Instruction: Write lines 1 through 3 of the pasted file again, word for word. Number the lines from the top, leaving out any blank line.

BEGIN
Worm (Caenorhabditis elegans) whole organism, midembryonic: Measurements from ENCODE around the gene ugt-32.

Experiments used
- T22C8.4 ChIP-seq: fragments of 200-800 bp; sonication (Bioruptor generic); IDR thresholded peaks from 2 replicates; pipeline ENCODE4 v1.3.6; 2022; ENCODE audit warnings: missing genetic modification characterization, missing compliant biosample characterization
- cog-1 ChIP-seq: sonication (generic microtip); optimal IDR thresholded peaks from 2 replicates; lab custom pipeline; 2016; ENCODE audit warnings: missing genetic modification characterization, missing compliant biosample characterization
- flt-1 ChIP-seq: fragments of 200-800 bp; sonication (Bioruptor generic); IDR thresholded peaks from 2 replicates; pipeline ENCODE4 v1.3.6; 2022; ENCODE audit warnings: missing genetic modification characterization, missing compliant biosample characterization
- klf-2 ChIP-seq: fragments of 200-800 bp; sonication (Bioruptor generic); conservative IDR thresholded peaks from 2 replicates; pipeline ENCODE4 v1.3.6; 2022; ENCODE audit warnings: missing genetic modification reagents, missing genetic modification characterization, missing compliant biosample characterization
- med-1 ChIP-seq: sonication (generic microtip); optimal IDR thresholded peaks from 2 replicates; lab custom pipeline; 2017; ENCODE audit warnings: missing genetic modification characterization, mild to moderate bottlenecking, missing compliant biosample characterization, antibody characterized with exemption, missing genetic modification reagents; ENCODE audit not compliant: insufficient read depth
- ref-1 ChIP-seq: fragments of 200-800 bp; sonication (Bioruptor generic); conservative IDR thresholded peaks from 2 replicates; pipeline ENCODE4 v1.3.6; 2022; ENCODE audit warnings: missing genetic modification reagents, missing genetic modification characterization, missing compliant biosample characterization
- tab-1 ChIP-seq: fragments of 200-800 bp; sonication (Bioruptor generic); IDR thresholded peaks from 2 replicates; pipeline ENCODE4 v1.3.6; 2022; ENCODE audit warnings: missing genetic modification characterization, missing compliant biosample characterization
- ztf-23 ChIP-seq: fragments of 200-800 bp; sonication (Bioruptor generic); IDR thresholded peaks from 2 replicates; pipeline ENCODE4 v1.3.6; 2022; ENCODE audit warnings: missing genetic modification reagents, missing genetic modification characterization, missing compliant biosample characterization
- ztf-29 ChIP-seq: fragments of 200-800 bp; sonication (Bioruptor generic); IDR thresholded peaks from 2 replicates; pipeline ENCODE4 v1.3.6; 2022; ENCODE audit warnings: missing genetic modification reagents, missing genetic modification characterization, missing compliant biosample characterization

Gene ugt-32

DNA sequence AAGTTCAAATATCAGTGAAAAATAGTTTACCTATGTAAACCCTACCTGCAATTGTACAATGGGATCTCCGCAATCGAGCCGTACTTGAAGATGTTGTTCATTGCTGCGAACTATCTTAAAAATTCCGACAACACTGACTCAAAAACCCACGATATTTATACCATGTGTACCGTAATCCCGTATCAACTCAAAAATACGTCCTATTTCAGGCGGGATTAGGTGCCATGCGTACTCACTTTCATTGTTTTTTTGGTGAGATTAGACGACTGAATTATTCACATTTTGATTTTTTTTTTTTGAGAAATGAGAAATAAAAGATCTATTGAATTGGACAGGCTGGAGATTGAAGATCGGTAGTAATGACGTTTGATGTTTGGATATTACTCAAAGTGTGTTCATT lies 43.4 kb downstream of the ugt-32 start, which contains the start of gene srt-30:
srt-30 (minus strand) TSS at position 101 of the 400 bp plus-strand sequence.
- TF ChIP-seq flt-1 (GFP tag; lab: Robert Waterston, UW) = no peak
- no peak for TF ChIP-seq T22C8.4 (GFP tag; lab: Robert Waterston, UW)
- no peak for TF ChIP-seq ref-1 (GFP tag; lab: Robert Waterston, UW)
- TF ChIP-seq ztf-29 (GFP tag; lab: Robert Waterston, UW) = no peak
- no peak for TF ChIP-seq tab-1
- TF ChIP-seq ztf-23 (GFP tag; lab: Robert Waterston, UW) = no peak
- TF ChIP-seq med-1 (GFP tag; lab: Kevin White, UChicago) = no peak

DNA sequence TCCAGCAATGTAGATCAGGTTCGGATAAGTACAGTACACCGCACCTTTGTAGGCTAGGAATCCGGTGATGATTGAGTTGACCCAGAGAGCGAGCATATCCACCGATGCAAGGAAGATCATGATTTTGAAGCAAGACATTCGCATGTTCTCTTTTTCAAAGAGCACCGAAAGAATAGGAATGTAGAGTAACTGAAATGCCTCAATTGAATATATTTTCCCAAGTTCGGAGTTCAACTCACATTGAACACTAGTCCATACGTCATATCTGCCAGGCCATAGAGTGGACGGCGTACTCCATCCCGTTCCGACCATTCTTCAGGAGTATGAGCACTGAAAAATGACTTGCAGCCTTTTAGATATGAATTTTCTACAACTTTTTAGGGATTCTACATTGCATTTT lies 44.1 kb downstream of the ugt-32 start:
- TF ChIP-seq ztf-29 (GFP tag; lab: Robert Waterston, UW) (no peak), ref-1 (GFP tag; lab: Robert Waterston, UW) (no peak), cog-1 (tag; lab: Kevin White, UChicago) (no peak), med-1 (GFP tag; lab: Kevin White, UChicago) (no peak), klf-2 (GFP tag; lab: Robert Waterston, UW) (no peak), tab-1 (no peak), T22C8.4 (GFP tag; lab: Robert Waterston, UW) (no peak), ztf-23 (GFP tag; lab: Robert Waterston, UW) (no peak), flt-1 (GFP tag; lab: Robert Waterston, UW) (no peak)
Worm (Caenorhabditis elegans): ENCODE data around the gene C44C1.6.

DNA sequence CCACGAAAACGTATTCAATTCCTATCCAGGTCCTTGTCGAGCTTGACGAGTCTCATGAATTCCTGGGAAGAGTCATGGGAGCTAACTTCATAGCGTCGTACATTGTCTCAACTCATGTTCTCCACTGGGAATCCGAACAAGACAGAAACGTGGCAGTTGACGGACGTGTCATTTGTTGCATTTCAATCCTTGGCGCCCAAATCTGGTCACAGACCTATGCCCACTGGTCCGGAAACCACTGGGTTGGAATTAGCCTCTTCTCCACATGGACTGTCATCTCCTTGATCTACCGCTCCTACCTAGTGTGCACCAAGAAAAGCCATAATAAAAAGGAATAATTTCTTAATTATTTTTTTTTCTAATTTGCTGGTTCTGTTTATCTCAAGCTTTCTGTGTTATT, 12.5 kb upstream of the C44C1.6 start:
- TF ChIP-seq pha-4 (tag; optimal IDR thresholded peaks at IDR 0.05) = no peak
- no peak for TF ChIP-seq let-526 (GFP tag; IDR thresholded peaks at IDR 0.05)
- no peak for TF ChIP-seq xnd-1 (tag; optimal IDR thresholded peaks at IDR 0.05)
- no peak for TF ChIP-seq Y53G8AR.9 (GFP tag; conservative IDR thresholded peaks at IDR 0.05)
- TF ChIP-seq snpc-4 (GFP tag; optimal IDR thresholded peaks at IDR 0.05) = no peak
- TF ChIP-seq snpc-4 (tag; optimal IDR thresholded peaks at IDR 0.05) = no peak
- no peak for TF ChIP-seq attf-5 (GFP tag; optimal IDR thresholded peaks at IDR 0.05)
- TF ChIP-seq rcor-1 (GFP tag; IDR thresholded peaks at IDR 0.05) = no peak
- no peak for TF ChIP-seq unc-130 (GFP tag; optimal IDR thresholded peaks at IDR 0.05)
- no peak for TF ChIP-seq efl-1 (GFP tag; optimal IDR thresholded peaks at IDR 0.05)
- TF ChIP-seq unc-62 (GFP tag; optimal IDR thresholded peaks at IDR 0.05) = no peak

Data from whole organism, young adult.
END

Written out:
Worm (Caenorhabditis elegans) whole organism, midembryonic: Measurements from ENCODE around the gene ugt-32.

Experiments used
- T22C8.4 ChIP-seq: fragments of 200-800 bp; sonication (Bioruptor generic); IDR thresholded peaks from 2 replicates; pipeline ENCODE4 v1.3.6; 2022; ENCODE audit warnings: missing genetic modification characterization, missing compliant biosample characterization